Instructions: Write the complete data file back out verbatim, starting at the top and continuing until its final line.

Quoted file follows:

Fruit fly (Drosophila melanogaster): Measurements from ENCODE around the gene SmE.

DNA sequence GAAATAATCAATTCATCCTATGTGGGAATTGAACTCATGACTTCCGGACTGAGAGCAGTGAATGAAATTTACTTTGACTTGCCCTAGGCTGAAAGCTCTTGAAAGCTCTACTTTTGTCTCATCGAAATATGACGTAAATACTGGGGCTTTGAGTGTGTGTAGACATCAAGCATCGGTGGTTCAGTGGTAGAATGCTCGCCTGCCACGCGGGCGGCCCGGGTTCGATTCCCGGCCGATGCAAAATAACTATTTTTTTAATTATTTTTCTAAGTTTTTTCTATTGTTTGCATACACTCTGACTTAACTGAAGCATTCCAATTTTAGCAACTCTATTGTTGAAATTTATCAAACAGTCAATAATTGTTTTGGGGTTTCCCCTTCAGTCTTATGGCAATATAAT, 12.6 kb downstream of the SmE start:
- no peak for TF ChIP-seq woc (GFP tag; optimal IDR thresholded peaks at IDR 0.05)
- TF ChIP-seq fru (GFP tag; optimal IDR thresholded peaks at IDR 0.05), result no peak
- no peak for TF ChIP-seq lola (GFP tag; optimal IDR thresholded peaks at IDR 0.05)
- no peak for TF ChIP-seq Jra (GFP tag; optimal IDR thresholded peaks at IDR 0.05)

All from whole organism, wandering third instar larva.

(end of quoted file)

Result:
Fruit fly (Drosophila melanogaster): Measurements from ENCODE around the gene SmE.

DNA sequence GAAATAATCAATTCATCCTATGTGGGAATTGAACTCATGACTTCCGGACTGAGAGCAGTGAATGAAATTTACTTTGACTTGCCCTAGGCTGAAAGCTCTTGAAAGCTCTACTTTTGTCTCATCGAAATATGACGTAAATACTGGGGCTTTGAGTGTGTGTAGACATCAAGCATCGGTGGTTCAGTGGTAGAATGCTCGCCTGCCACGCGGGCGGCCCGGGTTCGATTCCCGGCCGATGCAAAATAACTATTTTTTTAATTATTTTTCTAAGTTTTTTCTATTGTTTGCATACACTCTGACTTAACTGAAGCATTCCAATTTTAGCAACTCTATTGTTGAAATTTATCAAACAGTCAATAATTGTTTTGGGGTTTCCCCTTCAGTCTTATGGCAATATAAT, 12.6 kb downstream of the SmE start:
- no peak for TF ChIP-seq woc (GFP tag; optimal IDR thresholded peaks at IDR 0.05)
- TF ChIP-seq fru (GFP tag; optimal IDR thresholded peaks at IDR 0.05), result no peak
- no peak for TF ChIP-seq lola (GFP tag; optimal IDR thresholded peaks at IDR 0.05)
- no peak for TF ChIP-seq Jra (GFP tag; optimal IDR thresholded peaks at IDR 0.05)

All from whole organism, wandering third instar larva.